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July 13, 1935


JAMA. 1935;105(2):122-123. doi:10.1001/jama.1935.02760280034015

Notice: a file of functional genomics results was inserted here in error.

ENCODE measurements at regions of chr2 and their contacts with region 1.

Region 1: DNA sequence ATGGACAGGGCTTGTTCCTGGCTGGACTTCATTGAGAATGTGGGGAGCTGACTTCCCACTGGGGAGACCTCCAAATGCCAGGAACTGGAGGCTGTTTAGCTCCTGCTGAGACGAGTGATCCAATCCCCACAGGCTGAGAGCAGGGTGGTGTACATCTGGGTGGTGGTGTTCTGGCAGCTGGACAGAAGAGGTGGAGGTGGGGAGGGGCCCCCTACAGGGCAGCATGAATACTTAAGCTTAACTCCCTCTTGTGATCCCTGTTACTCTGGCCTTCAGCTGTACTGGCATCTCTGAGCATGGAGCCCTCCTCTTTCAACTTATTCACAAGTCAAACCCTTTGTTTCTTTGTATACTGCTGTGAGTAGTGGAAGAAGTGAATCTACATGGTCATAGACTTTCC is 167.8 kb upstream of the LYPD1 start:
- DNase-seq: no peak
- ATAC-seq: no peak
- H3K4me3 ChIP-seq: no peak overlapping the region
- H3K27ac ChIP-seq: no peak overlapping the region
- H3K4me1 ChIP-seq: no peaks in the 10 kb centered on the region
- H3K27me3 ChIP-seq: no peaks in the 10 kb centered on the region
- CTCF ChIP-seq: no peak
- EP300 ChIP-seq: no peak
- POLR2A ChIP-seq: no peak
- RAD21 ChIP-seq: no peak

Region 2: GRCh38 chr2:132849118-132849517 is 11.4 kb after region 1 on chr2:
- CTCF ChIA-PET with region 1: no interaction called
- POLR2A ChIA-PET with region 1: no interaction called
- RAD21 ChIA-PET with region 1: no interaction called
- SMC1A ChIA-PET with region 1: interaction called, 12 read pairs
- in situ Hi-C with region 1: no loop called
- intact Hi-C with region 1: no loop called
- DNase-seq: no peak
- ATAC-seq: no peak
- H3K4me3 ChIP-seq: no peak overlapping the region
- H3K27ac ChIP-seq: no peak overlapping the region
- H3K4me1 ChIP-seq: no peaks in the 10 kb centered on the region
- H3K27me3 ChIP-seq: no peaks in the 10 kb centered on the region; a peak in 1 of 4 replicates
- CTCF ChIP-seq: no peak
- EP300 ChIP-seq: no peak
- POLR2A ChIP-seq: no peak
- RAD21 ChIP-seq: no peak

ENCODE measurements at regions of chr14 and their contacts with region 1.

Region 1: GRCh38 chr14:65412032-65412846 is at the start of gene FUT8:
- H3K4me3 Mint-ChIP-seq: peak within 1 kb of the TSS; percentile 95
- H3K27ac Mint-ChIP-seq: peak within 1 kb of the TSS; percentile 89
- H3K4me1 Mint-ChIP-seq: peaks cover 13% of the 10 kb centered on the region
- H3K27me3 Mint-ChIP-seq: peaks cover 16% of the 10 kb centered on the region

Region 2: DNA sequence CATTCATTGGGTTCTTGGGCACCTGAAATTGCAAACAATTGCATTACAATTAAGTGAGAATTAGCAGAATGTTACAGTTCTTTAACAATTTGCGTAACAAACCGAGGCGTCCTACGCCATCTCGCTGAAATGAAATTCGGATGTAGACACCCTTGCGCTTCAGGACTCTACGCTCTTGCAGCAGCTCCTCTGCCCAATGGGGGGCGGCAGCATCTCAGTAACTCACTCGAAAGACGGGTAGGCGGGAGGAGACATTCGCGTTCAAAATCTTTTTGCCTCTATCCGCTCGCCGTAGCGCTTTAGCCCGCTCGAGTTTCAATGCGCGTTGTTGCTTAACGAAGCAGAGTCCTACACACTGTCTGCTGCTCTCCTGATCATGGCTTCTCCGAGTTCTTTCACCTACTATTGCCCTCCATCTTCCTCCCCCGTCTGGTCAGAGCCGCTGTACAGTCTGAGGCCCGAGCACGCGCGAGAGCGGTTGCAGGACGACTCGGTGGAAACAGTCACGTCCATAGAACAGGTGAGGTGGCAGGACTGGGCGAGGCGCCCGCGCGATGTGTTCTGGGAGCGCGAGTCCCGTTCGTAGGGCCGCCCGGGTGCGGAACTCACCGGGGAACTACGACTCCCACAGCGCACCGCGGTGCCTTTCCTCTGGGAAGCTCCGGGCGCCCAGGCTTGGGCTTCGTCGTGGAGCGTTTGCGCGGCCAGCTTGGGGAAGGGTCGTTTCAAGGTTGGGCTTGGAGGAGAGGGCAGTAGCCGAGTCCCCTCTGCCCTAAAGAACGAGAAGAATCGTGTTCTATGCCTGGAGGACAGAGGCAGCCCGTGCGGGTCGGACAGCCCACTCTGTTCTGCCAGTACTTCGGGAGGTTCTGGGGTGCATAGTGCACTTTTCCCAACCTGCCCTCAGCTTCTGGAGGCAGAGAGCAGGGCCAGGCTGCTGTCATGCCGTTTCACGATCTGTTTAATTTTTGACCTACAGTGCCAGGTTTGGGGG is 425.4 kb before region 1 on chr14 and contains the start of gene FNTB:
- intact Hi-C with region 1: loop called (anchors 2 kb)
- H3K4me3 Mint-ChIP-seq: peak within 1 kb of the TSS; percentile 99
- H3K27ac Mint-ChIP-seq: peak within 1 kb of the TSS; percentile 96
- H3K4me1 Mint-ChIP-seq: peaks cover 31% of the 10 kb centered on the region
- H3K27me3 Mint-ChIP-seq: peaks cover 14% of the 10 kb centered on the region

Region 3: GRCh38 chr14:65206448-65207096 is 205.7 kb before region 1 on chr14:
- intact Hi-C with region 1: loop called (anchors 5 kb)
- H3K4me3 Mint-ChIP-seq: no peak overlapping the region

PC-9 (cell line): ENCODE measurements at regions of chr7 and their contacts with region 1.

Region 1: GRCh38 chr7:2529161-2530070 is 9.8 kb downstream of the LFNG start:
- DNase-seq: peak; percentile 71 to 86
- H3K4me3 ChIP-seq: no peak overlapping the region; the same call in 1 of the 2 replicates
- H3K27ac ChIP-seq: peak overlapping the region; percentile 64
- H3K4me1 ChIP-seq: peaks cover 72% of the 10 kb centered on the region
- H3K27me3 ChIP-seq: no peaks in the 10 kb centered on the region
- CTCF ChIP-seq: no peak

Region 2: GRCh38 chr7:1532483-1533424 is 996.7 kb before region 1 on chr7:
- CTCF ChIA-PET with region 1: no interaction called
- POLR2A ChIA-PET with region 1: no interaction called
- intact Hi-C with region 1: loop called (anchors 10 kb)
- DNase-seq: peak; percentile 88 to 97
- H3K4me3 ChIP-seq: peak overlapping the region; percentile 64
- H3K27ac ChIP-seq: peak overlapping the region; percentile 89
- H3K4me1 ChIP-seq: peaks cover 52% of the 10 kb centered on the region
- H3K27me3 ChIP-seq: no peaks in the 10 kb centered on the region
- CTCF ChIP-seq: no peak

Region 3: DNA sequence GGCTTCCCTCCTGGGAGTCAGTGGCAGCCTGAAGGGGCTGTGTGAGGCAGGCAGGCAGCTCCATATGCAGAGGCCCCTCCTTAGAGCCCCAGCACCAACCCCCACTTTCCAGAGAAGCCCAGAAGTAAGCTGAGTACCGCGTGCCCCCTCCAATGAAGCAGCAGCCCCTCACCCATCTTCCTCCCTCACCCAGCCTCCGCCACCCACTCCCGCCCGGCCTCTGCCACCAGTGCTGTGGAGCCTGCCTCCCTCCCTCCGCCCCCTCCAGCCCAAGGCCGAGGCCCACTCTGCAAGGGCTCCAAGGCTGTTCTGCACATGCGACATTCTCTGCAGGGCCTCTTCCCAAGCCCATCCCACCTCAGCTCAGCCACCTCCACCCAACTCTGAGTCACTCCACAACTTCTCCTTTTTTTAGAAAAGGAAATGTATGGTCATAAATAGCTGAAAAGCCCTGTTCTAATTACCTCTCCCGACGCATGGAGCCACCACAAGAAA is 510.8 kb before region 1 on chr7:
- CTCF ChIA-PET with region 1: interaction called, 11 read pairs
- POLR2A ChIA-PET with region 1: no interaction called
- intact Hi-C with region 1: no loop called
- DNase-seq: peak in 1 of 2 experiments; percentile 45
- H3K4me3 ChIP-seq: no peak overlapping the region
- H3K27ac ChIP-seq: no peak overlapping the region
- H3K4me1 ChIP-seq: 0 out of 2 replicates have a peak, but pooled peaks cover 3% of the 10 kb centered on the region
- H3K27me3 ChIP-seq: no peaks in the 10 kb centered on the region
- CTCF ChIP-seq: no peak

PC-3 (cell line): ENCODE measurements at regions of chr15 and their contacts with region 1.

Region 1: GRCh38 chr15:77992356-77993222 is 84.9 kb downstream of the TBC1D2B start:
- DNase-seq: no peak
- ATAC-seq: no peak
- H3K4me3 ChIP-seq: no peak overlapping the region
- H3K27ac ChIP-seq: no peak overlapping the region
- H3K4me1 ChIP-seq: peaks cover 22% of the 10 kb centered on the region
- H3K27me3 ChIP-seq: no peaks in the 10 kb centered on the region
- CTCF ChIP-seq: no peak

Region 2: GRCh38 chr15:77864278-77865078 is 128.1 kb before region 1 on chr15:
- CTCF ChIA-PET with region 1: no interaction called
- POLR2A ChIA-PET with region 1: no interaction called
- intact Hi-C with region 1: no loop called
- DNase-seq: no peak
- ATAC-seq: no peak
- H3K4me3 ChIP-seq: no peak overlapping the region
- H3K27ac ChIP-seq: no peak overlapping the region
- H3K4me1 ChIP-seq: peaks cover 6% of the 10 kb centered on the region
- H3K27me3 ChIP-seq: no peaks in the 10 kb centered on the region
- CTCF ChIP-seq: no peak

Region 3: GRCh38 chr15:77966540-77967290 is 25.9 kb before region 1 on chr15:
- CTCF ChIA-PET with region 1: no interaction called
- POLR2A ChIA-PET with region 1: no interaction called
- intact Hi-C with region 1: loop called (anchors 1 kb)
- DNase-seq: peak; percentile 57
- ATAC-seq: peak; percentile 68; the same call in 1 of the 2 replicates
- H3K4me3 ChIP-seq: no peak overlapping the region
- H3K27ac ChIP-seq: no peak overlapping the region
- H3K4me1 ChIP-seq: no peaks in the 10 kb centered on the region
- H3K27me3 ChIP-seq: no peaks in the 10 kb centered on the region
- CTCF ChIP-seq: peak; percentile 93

The manner in which fats are absorbed from the alimentary canal has long been a controversial subject.1 Although the evidence is clear that neutral fat is hydrolyzed by the lipases of the alimentary tract prior to absorption, there is lack of agreement concerning the nature of the process by which the water-insoluble fatty acids are brought into solution and transported across the intestinal wall. Pflüger believed that the insoluble fatty acids liberated during fat digestion combined with the alkali of the pancreatic juice to form soaps. The latter, by virtue of their solubility in water, could readily diffuse into the epithelium. Recent investigations of the reaction of the intestinal contents have thrown some doubt on the assumption that these materials are generally alkaline. It has, in fact, been demonstrated that an alkaline reaction is seldom, if ever, found in the small intestine. These observations increase the significance of the

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